A minority in many facets of her life, Olga D. Gonzalez-Sanabria was one of the few women who earned an engineering degree from the University of Puerto Rico and eventually became the highest-ranking Hispanic employee at NASA’s Glenn Research Center. Her invention of the long cycle-life nickel-hydrogen battery has been a critical tool in the advancement of energy storage for space exploration.
A brilliant woman who eventually became the highest-ranking Hispanic employee at NASA’s Glenn Research Center, Olga D. Gonzalez-Sanabria made great strides in the field of chemical engineering – especially recognized for her achievements related to energy storage technologies for space.
Born, raised, and educated in Puerto Rico, Olga was destined to become an engineer, as she took an interest in math and science early on in her life. During a high school career fair in the 1970s, she was taken by the idea of helping to solve the energy crisis, and soon joined the ranks of the few women studying engineering at the University of Puerto Rico. She earned both a bachelor’s and master’s degree in chemical engineering, the latter from the University of Toledo.
In 1979, Olga began her career at NASA’s Glenn Research Center researching energy storage technologies for space in the Electrochemistry Branch of the Solar and Electrochemistry Division. Over the years, she made great strides in various research departments until officially being promoted to management in 1995. She ultimately became the director of the Engineering Directorate, a position she held until the end of her service in 2011.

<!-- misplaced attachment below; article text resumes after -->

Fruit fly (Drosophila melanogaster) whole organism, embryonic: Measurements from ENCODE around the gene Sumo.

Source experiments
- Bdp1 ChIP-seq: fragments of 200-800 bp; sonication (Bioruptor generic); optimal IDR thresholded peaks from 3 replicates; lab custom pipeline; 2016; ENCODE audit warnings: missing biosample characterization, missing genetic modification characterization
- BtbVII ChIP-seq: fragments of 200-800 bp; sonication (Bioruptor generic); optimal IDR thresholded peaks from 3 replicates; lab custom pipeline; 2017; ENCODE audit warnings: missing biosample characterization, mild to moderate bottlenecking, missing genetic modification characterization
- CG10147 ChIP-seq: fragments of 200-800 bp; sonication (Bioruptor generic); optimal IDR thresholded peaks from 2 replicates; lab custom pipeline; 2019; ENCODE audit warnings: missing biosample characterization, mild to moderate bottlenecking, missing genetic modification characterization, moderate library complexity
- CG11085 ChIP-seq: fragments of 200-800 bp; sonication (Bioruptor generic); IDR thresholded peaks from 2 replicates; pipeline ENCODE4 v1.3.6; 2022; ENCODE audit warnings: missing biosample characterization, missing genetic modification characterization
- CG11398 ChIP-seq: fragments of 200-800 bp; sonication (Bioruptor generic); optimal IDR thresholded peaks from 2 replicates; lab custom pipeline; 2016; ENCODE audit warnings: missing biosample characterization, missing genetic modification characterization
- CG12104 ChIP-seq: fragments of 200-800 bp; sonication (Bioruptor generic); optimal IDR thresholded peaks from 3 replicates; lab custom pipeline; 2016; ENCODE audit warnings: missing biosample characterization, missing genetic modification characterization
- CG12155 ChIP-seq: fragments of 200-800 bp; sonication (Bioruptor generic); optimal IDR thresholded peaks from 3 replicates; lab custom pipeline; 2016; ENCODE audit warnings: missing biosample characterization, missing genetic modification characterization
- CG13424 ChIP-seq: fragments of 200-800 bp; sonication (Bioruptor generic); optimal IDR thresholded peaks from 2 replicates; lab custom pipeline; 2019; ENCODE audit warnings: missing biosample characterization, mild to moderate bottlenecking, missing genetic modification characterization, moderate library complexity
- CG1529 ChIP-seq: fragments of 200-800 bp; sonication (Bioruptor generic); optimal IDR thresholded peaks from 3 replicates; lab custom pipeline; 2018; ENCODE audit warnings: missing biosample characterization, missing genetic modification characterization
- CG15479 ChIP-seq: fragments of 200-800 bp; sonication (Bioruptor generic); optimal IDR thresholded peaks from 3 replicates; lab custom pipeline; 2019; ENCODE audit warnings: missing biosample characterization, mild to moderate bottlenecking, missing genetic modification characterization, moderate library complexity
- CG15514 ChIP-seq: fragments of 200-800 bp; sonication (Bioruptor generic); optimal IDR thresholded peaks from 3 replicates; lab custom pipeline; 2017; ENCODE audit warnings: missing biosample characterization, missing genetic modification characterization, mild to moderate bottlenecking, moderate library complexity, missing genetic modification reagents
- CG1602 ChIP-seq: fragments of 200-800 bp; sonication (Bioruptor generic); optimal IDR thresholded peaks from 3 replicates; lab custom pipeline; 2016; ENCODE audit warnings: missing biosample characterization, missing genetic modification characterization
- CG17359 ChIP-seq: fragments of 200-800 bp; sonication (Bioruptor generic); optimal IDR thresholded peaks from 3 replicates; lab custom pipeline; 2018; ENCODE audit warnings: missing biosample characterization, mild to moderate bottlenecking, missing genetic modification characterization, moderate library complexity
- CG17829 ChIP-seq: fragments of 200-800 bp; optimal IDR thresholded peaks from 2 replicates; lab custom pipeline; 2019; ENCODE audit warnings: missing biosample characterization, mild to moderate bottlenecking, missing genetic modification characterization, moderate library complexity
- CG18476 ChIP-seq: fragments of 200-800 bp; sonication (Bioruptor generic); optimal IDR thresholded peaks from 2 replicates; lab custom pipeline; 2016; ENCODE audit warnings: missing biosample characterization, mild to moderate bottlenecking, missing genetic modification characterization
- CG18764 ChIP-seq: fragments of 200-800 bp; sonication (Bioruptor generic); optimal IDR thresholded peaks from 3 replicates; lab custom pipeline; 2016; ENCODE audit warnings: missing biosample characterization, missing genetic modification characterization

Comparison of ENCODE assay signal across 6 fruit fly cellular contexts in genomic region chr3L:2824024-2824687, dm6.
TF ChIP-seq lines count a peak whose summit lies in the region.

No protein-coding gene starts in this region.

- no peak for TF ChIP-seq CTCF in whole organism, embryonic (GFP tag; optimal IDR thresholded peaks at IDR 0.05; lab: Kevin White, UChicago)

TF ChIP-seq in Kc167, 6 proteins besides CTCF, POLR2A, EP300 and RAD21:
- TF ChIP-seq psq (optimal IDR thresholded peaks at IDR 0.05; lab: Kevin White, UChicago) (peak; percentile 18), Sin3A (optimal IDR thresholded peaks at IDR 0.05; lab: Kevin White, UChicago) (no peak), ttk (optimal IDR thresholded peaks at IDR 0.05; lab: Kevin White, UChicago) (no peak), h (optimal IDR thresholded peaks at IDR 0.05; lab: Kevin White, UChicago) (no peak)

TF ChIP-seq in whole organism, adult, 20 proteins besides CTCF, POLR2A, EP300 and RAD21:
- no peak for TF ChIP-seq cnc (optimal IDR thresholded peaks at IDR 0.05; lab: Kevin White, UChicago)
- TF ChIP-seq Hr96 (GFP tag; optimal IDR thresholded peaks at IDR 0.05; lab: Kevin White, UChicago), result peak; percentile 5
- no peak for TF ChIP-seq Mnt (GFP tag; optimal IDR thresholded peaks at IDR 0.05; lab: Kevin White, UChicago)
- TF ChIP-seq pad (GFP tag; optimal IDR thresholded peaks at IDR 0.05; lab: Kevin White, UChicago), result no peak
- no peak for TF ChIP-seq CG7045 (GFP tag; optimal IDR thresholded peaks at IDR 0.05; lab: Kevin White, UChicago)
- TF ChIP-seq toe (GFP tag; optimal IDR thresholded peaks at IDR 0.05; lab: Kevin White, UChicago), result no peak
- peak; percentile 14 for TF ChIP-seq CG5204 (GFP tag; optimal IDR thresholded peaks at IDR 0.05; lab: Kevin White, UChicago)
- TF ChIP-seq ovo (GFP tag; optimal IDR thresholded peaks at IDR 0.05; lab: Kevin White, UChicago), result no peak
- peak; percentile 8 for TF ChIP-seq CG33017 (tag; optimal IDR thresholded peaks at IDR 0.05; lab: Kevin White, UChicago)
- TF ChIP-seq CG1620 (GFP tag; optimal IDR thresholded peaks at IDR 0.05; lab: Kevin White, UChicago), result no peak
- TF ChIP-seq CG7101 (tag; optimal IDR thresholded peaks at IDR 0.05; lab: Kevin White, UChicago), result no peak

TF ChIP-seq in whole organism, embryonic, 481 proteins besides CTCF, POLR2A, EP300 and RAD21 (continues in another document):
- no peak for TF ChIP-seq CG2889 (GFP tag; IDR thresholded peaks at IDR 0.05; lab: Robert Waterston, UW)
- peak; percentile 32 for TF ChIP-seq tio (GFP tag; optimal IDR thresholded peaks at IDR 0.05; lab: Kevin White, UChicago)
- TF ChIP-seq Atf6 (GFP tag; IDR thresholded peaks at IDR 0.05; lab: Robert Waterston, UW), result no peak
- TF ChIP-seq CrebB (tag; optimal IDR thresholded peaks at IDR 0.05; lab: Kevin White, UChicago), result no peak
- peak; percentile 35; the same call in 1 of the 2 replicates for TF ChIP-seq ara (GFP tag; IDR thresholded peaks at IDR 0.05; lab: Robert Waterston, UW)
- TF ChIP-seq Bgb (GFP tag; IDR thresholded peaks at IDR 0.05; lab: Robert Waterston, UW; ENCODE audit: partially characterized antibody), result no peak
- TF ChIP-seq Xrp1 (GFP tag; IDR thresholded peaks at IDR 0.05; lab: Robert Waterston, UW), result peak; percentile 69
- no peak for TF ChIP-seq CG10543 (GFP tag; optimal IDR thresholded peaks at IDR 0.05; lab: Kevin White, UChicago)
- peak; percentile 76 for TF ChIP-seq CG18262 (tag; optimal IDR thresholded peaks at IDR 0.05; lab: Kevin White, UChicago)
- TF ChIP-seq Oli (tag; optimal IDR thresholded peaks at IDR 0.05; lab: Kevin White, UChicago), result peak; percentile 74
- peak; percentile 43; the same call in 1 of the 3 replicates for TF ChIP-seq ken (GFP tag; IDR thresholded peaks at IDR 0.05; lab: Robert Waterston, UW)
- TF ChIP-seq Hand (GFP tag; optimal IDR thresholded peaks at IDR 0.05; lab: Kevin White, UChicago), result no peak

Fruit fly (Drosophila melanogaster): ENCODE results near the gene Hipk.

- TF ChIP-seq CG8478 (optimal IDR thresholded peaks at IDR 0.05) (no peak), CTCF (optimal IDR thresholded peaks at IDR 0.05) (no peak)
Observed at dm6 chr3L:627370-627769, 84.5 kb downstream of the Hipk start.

During her tenure at NASA, Olga was constantly working to create and improve various tools to be used for space exploration. Most notable was her team’s advancements with nickel-hydrogen fuel cells, a critical power source that was known to deplete too quickly. After much research and experimentation, the scientists significantly improved the separators that isolate oxidation and reduce voltage losses within the battery.
Olga and her team’s creation of the long cycle-life nickel-hydrogen battery was a monumental achievement and was put to use in the International Space Station power system. This type of battery, on average, could run for 40,000 cycles, and last for 10-15 years. In 1988, Olga’s team received an R&D 100 award for their invention.
Olga eventually honorably retired from NASA after 32 years of service, but not before earning numerous awards for her achievements, including the Women of Color in Technology Career Achievement Award (2000), Outstanding Leadership Medal (2002), Ohio Women’s Hall of Fame Inductee (2003), YWCA Women of Achievement Award (2004), and Presidential Rank of Meritorious Executive (2007). Most recently, she was inducted into the NASA Glenn Research Center Hall of Fame (2021).
Today, Olga is president and co-owner of her own company, GX Matrix Consulting LLC. She is also passionate about mentoring young women, encouraging them towards the STEM field, and exemplifying a positive and accomplished role model. She says that the most valuable advice she would give to her younger self would be: “Be more assertive, document your progress and achievements. It will help you as you move up the ladder and remind you that you are contributing to the mission.”
To hear more stories about professional women whose perseverance has made them inspirational figures in their fields, check out our podcast, The Art of Engineering.
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